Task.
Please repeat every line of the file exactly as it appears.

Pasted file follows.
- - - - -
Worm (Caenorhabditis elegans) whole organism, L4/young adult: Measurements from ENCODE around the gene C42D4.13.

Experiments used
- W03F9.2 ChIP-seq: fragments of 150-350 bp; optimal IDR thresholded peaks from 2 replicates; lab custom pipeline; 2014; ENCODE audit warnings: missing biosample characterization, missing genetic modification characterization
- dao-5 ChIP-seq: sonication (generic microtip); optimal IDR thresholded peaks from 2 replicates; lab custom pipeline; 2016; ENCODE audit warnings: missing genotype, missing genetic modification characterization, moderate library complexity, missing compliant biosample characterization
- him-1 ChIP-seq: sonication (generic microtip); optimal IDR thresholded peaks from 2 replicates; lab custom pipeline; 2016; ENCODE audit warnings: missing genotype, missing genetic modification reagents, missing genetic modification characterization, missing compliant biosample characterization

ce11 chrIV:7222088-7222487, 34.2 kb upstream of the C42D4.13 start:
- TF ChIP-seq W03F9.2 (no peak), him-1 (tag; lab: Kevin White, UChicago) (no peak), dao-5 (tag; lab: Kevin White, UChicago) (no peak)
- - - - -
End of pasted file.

Worm (Caenorhabditis elegans) whole organism, L4/young adult: Measurements from ENCODE around the gene C42D4.13.

Experiments used
- W03F9.2 ChIP-seq: fragments of 150-350 bp; optimal IDR thresholded peaks from 2 replicates; lab custom pipeline; 2014; ENCODE audit warnings: missing biosample characterization, missing genetic modification characterization
- dao-5 ChIP-seq: sonication (generic microtip); optimal IDR thresholded peaks from 2 replicates; lab custom pipeline; 2016; ENCODE audit warnings: missing genotype, missing genetic modification characterization, moderate library complexity, missing compliant biosample characterization
- him-1 ChIP-seq: sonication (generic microtip); optimal IDR thresholded peaks from 2 replicates; lab custom pipeline; 2016; ENCODE audit warnings: missing genotype, missing genetic modification reagents, missing genetic modification characterization, missing compliant biosample characterization

ce11 chrIV:7222088-7222487, 34.2 kb upstream of the C42D4.13 start:
- TF ChIP-seq W03F9.2 (no peak), him-1 (tag; lab: Kevin White, UChicago) (no peak), dao-5 (tag; lab: Kevin White, UChicago) (no peak)